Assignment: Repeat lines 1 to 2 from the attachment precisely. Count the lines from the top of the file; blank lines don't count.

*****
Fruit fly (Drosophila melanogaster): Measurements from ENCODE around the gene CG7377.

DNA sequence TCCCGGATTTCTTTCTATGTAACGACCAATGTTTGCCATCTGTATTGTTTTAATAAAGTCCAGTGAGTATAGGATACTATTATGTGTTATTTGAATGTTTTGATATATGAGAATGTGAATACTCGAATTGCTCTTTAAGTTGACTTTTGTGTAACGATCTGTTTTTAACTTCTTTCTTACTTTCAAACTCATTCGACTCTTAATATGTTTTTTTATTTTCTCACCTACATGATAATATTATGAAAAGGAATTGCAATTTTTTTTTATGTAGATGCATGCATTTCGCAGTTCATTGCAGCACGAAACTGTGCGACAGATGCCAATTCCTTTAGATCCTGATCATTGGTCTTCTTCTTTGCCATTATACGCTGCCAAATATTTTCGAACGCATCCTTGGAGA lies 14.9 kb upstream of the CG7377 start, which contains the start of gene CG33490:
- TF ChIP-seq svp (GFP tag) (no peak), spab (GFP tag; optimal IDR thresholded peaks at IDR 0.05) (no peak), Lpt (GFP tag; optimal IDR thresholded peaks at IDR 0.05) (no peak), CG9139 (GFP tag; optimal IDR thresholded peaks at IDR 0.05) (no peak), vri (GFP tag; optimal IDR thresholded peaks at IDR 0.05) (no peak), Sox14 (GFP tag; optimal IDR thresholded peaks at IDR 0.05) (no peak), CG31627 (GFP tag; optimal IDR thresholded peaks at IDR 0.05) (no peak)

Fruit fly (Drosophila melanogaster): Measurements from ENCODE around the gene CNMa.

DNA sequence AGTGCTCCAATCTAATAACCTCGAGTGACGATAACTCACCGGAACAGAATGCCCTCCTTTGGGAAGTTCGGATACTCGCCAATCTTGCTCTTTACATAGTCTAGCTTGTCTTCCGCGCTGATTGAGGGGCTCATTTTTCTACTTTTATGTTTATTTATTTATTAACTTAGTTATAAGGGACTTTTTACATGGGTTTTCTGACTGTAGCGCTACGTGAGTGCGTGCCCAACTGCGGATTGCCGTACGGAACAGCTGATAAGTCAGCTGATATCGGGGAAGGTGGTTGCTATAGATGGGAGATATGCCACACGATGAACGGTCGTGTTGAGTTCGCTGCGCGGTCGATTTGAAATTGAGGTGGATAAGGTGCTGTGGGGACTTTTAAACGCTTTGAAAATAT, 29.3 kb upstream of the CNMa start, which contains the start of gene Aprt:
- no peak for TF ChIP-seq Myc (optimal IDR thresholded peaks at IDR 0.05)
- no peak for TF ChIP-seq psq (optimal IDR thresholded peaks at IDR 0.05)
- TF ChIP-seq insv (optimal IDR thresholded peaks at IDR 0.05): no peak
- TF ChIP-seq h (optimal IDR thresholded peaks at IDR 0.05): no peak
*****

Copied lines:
Fruit fly (Drosophila melanogaster): Measurements from ENCODE around the gene CG7377.

DNA sequence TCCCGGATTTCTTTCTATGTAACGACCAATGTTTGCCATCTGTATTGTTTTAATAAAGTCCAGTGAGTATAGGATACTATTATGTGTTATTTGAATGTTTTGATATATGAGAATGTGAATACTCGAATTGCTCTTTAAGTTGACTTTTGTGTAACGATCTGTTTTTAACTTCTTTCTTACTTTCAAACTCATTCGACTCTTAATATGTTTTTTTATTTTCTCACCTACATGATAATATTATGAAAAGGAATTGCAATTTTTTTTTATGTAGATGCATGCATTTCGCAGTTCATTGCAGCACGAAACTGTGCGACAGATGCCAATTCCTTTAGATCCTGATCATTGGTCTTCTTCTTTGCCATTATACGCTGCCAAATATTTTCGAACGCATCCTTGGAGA lies 14.9 kb upstream of the CG7377 start, which contains the start of gene CG33490: